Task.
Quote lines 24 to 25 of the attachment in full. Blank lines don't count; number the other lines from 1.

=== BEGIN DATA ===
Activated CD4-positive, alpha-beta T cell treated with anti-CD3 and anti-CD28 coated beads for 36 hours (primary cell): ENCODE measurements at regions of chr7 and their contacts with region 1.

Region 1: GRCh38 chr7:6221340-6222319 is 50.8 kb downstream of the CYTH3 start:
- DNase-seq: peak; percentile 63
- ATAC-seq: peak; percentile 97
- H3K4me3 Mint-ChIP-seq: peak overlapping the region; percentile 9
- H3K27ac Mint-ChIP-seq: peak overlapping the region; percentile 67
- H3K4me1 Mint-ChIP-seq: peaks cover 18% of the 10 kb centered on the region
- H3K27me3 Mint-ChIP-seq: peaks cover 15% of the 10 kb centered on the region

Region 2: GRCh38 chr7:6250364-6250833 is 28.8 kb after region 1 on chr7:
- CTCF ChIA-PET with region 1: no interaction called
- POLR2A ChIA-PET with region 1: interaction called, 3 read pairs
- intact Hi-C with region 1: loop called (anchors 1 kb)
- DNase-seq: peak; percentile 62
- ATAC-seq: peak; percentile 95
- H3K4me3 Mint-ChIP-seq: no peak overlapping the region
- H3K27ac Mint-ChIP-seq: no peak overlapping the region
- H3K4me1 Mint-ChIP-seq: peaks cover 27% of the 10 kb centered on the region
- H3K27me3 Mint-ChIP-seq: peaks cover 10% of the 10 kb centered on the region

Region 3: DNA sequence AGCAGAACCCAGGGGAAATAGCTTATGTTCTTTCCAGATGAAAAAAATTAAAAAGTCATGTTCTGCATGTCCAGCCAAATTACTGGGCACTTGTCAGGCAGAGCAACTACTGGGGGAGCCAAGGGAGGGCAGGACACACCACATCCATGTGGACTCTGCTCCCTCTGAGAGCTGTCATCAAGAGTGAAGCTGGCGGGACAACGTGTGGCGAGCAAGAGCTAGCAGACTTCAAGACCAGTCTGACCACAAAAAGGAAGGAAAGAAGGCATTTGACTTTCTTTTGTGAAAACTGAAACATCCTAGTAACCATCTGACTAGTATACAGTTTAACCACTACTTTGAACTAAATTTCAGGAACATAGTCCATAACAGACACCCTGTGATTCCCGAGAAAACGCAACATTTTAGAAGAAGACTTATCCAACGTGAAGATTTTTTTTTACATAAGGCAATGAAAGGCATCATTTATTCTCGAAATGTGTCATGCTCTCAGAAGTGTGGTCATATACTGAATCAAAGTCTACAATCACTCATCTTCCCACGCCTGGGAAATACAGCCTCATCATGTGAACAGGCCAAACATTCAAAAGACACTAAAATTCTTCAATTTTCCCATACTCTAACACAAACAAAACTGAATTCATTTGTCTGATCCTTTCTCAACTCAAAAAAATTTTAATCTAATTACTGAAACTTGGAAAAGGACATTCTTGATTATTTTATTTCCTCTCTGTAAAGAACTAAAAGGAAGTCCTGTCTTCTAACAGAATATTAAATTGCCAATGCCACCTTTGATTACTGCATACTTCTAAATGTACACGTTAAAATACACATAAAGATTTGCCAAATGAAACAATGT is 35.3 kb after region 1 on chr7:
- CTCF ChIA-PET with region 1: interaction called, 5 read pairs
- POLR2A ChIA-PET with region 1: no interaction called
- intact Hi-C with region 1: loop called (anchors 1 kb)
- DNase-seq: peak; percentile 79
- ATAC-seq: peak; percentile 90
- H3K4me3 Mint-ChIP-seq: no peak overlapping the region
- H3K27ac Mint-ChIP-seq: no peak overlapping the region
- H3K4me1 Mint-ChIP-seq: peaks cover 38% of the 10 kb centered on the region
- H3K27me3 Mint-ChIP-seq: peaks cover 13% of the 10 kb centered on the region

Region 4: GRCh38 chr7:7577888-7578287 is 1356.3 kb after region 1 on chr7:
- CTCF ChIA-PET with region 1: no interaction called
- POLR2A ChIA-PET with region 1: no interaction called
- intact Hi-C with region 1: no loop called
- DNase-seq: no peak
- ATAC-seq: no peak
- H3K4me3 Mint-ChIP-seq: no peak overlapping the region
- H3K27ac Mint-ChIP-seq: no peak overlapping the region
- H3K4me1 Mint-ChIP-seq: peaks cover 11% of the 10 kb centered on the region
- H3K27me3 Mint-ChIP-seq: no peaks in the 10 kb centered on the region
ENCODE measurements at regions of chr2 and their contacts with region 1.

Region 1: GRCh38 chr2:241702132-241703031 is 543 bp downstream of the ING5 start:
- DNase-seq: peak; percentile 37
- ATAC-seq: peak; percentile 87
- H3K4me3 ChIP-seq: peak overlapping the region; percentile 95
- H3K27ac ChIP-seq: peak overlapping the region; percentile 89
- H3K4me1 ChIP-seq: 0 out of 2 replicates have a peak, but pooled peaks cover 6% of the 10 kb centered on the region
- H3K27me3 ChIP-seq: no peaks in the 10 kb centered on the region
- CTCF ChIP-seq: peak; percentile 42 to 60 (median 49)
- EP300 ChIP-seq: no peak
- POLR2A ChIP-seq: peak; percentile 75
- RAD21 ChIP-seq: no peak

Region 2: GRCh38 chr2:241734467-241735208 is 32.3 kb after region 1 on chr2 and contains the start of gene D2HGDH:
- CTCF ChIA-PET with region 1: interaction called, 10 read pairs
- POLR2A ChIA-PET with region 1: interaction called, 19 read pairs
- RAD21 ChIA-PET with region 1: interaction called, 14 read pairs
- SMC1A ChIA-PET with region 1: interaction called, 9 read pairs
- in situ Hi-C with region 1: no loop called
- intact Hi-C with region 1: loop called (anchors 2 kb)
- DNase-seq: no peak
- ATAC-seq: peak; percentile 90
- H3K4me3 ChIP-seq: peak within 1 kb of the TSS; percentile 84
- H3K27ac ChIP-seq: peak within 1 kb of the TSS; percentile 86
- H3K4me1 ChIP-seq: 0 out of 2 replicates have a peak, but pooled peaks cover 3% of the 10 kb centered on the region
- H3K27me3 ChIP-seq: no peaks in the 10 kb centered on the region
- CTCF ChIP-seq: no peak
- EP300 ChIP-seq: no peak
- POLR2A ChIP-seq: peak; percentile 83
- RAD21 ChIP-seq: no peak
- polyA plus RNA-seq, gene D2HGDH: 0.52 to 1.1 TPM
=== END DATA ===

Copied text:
- ATAC-seq: peak; percentile 90
- H3K4me3 Mint-ChIP-seq: no peak overlapping the region